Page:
A SMART goal is a short acronym used to help someone figure out what they want to accomplish. The SMART goal examples below are specific, measurable, achievable, relevant, and time-bound―the definition of SMART. Goals written in this SMART format ensures that the goal-setter is clear on what they’re trying to accomplish―plus when and how.
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How SMART Goals Work
Each letter in a SMART goal focuses on a different aspect of your desired outcome. It doesn’t matter if your goals are business related or focused on some aspect of your personal life. Writing them down helps you achieve them. And, using a formula like SMART when writing goals ensures you don’t miss any critical goal-setting details.
Here’s how each letter in a SMART goal helps you focus your efforts to achieve results.
S = Specific
The S stands for specific. It helps to remind you to write down what you want to do, using action words. For example, instead of saying, “I want more clients,” you might say, I’m going to sign up four new clients. Being specific and using action verbs focuses you on what exactly you need to do.
M = Measurable
The M in a SMART goal helps you clarify and quantify your efforts. In the example above, you could have said that you want to sign up new clients. By adding the number four, you now have a measurement you can use to focus your effort and track your progress toward your goal.
A = Achievable
The A stands for achievable, which some refer to as attainable. In either case, the A reminds you to check to make sure the goal is within reach. Research shows that people are motivated by goals that stretch them as long as they’re not unrealistic. Let’s assume, for example, four new clients is an achievable goal.
R = Relevant
The R stands for relevant and may spur you to challenge your thinking. If your overall business plan calls for increasing profitability, perhaps new customers aren’t what you need. You may need to focus on retention of existing customers, price increases, or expense reductions instead. Make sure the goal you set makes sense for you.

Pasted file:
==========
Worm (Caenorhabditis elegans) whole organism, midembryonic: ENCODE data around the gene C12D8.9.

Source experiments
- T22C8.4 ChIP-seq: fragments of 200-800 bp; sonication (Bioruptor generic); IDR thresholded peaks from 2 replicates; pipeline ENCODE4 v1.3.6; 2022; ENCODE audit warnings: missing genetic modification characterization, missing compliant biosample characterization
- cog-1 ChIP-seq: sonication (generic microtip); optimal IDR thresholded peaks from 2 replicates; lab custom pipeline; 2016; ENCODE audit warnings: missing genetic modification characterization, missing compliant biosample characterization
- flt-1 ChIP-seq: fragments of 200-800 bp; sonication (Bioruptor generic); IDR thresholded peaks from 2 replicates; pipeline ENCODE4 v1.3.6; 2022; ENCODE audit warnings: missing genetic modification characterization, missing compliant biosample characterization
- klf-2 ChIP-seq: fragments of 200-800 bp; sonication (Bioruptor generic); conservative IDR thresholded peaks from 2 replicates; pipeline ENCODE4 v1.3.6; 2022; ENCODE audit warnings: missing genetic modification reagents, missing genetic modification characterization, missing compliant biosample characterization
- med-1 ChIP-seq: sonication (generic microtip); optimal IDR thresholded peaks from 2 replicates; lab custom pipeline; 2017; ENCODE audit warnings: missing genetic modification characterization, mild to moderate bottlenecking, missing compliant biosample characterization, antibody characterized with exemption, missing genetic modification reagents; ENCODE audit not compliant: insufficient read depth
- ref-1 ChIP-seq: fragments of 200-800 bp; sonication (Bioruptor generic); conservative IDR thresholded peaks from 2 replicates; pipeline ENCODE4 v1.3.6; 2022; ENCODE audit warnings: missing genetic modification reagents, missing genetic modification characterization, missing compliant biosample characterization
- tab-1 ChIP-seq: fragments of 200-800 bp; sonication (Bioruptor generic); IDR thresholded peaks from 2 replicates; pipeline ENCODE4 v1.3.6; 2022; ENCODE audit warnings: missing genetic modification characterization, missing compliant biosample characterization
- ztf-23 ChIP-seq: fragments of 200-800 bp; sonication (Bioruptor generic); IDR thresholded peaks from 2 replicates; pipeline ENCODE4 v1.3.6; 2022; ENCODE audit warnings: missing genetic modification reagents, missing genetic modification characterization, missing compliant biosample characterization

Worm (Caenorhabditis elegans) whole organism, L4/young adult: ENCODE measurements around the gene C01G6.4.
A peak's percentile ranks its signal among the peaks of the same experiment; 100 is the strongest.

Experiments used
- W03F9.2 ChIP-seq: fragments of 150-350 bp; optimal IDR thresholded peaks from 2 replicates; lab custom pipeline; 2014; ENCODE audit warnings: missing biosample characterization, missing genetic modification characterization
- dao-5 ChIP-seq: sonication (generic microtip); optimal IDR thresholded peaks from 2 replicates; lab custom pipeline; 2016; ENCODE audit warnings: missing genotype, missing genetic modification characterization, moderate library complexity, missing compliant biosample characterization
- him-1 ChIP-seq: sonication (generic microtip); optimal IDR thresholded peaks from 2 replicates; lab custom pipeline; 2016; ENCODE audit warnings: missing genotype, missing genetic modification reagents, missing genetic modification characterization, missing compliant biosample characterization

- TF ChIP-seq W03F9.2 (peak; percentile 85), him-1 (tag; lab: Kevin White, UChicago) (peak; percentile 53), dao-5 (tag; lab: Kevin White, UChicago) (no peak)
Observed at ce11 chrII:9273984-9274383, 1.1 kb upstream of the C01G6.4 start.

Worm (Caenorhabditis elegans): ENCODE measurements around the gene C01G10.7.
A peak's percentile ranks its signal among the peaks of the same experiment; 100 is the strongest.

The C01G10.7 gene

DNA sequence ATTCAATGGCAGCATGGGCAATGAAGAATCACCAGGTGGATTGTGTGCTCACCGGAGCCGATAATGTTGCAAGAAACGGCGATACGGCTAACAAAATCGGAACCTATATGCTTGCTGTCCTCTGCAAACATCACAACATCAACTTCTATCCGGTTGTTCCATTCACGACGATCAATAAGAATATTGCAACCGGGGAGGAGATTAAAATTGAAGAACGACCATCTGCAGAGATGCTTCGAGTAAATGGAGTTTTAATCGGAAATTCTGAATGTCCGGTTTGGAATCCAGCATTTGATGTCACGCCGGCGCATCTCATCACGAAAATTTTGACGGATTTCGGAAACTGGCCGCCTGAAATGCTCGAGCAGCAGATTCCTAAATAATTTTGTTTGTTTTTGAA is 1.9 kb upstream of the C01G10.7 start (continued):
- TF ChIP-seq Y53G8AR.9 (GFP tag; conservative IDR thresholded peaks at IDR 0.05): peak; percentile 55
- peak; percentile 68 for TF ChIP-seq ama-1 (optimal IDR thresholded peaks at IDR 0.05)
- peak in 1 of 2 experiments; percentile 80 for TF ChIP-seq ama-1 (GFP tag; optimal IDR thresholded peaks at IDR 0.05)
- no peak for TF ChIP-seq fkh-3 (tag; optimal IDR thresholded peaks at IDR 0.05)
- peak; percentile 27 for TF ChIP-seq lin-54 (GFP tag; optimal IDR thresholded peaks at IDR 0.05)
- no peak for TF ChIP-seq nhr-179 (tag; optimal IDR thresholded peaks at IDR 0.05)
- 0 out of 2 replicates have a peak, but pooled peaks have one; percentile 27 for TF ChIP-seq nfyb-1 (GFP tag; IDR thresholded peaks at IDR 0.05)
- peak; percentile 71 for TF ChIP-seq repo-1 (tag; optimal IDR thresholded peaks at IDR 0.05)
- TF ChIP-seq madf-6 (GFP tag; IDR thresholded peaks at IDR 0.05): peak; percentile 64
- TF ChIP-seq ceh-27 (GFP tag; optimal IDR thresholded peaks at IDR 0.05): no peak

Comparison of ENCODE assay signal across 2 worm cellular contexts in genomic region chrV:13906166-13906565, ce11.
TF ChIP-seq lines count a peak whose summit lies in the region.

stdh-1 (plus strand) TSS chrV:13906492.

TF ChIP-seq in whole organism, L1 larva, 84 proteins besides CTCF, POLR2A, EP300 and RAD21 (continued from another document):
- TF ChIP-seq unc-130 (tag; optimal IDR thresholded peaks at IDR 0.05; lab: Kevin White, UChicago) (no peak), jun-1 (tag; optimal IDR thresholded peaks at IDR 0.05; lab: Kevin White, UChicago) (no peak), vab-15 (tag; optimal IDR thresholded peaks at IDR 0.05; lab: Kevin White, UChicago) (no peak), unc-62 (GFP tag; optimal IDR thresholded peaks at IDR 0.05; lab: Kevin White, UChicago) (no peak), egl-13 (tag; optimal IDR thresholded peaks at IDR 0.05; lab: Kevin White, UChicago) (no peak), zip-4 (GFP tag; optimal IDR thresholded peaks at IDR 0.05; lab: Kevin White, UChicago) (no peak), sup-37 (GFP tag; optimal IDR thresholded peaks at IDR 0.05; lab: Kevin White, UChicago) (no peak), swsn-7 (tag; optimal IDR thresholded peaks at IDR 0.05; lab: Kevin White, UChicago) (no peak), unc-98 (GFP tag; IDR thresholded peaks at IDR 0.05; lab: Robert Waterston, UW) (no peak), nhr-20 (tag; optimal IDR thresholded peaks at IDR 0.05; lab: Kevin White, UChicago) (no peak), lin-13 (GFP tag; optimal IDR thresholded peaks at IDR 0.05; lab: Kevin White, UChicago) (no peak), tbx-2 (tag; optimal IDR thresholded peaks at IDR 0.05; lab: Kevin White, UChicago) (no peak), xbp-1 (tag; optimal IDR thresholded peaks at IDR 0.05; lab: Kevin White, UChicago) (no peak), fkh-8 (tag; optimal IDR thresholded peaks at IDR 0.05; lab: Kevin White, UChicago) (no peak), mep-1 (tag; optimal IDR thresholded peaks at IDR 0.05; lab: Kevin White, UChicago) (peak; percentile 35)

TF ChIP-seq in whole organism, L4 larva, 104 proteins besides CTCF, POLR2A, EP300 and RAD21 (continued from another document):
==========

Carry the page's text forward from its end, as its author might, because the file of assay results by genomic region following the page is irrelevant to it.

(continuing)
T = Time-bound
The T references the time aspect of your goal. Some refer to is as timely. What it reminds you to do is set an end date or time frame for achieving your goal. Four new customers are fine, but if you don’t set a time frame, will you be satisfied with four customers a year when you meant to sign up four customers a month?
Examples of SMART Goals
We spoke to business and human resources (HR) professionals who shared examples and tips regarding how they use SMART goals for their business and personal success. You can use our free downloadable SMART goals template with instructions for writing your own SMART goals:
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Setting SMART Performance Goals
Setting SMART goals is a standard part of step one of the Performance Management Cycle, as shown in the illustration below. If you’re looking to implement SMART goals as part of your performance management or business development process, you can find the best performance management systems here.
We hope these examples of SMART goals from smart and savvy business owners, HR professionals, and trainers will help you educate your staff on how to write a SMART goal, or to help you create SMART goals for yourself and your business.
Not having a goal is like hiking without a map or building a boat without a plan. Making your goals SMART ensures that you not only know what you’re going to do but how you’re going to do it. We encourage you to read more about using SMART goals as part of your Performance Management Process.
Setting SMART goals is a standard part of a successful performance management or business development process. Beyond setting your own goals, you’ll likely need to help your employees keep track of their own. A project management tool like monday.com lets each of your teams set, visualize, and track goals exactly the way they want.